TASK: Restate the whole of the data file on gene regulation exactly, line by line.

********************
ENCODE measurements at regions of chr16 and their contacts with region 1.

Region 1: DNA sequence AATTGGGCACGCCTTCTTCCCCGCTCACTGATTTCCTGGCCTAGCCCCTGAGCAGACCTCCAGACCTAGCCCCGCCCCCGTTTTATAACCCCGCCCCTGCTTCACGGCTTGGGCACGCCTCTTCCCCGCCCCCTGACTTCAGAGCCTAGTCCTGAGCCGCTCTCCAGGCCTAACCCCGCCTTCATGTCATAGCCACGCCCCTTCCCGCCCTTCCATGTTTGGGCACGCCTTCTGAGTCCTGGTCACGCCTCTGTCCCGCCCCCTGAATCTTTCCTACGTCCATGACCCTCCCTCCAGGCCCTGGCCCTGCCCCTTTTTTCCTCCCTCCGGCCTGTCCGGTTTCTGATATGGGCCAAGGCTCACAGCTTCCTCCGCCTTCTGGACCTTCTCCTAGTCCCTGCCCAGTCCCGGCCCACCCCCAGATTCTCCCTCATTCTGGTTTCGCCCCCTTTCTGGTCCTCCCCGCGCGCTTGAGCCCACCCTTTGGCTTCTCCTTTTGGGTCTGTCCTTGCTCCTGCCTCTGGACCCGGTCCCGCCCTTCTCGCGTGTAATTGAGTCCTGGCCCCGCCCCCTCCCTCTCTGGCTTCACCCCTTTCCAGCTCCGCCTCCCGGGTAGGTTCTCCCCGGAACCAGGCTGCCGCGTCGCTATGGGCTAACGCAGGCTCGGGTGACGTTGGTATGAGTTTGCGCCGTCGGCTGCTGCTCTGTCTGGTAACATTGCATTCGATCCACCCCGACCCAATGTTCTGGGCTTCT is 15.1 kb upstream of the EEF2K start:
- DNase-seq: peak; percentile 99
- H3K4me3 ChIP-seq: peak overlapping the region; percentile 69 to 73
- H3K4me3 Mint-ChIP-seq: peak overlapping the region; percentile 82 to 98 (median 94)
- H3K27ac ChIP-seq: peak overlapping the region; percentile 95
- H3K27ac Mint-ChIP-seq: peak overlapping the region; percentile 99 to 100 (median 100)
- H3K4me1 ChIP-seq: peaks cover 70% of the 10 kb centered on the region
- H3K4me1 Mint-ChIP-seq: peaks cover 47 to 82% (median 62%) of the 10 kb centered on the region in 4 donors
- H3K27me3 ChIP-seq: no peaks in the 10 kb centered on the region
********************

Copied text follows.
ENCODE measurements at regions of chr16 and their contacts with region 1.

Region 1: DNA sequence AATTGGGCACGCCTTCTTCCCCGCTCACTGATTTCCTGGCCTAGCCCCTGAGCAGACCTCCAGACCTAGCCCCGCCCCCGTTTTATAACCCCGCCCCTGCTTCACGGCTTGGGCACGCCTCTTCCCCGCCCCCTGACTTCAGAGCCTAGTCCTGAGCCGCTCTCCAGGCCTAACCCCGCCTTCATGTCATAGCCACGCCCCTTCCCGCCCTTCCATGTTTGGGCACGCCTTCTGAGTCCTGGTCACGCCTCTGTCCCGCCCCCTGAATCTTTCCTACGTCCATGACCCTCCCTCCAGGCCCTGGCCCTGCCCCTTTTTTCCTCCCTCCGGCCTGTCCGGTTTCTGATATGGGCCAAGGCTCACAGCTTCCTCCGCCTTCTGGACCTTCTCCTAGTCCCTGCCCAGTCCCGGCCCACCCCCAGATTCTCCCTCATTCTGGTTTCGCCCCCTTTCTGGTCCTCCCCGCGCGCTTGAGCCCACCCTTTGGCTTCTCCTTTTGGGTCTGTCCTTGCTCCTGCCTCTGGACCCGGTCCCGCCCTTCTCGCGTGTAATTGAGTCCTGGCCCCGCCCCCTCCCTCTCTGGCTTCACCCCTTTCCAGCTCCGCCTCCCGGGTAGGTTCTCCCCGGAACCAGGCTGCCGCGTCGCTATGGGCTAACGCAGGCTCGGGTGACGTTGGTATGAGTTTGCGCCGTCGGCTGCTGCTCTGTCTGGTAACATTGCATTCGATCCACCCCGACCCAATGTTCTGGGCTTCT is 15.1 kb upstream of the EEF2K start:
- DNase-seq: peak; percentile 99
- H3K4me3 ChIP-seq: peak overlapping the region; percentile 69 to 73
- H3K4me3 Mint-ChIP-seq: peak overlapping the region; percentile 82 to 98 (median 94)
- H3K27ac ChIP-seq: peak overlapping the region; percentile 95
- H3K27ac Mint-ChIP-seq: peak overlapping the region; percentile 99 to 100 (median 100)
- H3K4me1 ChIP-seq: peaks cover 70% of the 10 kb centered on the region
- H3K4me1 Mint-ChIP-seq: peaks cover 47 to 82% (median 62%) of the 10 kb centered on the region in 4 donors
- H3K27me3 ChIP-seq: no peaks in the 10 kb centered on the region